The design is pretty simple: a motorized base with a laptop up top and a webcam. The base has two geared brushed motors which are controlled by the laptop via USB. I used a Maestro from https://www.pololu.com/ which lets you control standard r/c equipment from a PC. I then wrote a little C# windows app which connects to the Maestro and then could control the motors. This app also could connect to another instance of itself over the internet in either a master or slave mode which would allow external control.


The webcam was mounted on a simple gimbal which allowed pan/til…

4ch Plane with Retactable Landing Gear

This is the more mechanically complicated plane I've ever built. It has a wing span of 9.5", weighs 4.25g, has full flying rudder and elevator, and retractable landing gear.


Flight times on this airplane are in the 7-10 minute range with a 30mAh single cell lithium polymer battery. The frame is all made from carbon fiber rod or tube in the 0.5mm - 1.5mm range. The covering is OS film and is 0.5-1 micron thick.

The propulsion system uses a 4mm 10ohm motor, geared down 6:1, driving a 3.25" carbon fiber propeller. The servos that drive the rudder and elevator are each 400mg and are my own custom design. Oh, and the tail wheel is steerable.


Ground handling on this plane is amazing and arguably the most fly part of not-flying it. Landing gear is very very uncommon on micro planes. So being able to do things like take offs, landings, and touch & goes just makes this plane too cool. When it does get in the air it flies very slow. Although, it has enough thrust to get going …

Micro Servos

When I started to take a break from microscopic flying vehicles in 2010 and migrate towards some larger, easier to work with, models (5-20g) I realized that magnetic actuators just weren't going to cut it for control (rudder, elevator, ailerons). Magnetic actuators are heavy and draw power continuously when deflected away from neutral. I needed servos. Servos would provide lots of pulling force for their weight but at the cost of mechanical complexity. Since servos at the weight I needed didn't exist or were out of my price range I decided to further over complicate the situation and build my own.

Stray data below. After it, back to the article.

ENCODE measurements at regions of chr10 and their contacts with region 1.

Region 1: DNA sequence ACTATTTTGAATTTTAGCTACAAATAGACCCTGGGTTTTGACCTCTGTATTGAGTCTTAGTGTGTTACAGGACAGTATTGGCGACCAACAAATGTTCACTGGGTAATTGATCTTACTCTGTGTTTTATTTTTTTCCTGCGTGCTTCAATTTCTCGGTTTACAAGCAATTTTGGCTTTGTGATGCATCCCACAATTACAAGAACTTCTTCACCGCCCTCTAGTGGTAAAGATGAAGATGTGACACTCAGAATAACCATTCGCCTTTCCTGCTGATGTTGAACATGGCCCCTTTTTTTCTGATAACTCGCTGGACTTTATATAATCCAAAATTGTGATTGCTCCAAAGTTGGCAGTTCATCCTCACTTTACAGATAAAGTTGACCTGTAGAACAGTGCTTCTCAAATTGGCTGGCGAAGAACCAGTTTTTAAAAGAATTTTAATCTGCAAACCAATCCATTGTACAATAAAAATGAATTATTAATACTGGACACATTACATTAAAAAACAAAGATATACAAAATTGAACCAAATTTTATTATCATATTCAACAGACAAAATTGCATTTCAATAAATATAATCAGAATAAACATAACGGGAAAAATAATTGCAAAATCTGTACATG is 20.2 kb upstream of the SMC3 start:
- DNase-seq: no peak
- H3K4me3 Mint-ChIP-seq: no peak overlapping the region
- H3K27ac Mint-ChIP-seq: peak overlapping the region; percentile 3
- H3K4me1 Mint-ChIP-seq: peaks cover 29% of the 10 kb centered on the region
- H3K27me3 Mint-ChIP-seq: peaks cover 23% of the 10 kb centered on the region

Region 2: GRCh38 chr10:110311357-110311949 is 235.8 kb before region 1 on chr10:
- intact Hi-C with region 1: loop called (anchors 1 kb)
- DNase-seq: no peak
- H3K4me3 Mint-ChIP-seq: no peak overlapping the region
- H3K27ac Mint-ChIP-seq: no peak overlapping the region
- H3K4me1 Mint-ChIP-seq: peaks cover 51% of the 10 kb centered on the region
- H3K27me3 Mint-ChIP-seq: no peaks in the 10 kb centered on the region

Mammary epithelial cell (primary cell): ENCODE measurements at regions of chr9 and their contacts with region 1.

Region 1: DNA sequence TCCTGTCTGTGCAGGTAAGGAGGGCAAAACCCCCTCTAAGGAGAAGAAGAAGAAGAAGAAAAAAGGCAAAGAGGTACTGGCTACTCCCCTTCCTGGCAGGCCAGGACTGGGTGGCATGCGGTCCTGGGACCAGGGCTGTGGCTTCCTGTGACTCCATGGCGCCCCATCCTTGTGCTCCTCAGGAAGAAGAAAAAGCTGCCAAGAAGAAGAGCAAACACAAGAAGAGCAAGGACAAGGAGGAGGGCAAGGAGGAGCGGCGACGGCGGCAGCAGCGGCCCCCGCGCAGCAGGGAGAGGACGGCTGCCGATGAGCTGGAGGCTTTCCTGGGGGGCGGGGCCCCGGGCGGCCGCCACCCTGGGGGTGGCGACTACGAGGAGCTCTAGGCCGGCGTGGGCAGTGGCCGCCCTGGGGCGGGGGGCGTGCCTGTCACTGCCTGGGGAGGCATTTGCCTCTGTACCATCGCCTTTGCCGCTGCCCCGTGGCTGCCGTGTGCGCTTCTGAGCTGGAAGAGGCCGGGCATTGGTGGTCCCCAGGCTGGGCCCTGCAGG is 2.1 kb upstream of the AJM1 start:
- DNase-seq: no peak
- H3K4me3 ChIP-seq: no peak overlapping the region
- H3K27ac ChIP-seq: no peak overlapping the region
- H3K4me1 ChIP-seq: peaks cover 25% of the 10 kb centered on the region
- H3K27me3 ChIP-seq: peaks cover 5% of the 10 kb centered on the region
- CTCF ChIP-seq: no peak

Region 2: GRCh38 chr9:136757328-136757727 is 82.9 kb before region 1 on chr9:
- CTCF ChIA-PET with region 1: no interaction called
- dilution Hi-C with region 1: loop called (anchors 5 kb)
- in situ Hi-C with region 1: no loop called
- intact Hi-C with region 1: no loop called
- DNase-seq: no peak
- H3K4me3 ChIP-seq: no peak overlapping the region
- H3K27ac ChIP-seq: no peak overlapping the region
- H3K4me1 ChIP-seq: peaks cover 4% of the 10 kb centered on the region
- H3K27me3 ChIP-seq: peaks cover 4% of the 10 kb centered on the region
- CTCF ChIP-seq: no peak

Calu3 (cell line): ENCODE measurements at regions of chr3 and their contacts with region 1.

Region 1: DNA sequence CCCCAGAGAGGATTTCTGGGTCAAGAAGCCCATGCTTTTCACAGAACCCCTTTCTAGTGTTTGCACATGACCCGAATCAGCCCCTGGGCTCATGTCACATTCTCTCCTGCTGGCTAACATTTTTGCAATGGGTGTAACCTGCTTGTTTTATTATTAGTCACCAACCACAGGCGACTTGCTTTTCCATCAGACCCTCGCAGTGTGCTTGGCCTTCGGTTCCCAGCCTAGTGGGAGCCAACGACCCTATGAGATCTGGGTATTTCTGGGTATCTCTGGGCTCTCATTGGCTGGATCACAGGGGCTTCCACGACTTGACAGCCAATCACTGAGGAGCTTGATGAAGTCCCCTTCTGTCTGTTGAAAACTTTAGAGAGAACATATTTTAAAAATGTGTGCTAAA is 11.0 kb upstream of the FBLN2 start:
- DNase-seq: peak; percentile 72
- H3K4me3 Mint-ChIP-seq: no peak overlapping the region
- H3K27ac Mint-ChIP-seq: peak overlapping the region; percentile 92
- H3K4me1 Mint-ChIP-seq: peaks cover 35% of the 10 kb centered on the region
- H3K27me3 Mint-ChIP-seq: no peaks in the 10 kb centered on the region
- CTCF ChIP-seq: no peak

I started by designing a simple linear servo (lead screw design). The picture above is of my 400mg variant which has a throw of about 0.2", resolution of 0.0015", and can pull about a 25g load. The motor is a brushed 3.2mm diameter coreless design by Shicoh. The gears used are module 0.15 and can be gotten from http://www.kkpmo.com/. The threaded rod is 0000-160, which mea…

Sub Gram Ornithopter

I can't help myself. Every time I build something I invariably think of ways I can build it smaller. I built a large ornithopter, now I have to build a small one.


This ornithopter comes in at 920mg, just under 1g, and has a 2.5" wing span. It has 4 flapping wings. The two wings on each side flap towards each other and then away from each other. This produces both thrust and lift. 


It is powered by a 8.5mAh single cell lithium polymer battery. Flight times are around 3 minutes per charge. Controls are done through an infrared receiver system which can command the throttle and rudder. The rudder is actuated with a small magnetic actuator.

The motor is a single phase brushless design that is geared 10:1 to flap the wings. The frame is all carbon fiber rod between 0.01" (0.25mm) to 0.02" (0.5mm) in diameter. The covering on the tail is OS Film while the cover on the wings is some thin grocery bag plastic film.


This is very weird to watch fly. The wings are a blur and…